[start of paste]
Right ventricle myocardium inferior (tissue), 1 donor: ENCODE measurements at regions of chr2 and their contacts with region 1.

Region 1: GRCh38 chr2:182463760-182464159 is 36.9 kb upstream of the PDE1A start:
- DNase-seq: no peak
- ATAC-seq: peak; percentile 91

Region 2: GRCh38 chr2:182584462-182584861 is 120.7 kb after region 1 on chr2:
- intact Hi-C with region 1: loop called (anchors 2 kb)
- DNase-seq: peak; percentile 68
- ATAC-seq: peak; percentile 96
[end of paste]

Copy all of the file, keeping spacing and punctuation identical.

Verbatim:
Right ventricle myocardium inferior (tissue), 1 donor: ENCODE measurements at regions of chr2 and their contacts with region 1.

Region 1: GRCh38 chr2:182463760-182464159 is 36.9 kb upstream of the PDE1A start:
- DNase-seq: no peak
- ATAC-seq: peak; percentile 91

Region 2: GRCh38 chr2:182584462-182584861 is 120.7 kb after region 1 on chr2:
- intact Hi-C with region 1: loop called (anchors 2 kb)
- DNase-seq: peak; percentile 68
- ATAC-seq: peak; percentile 96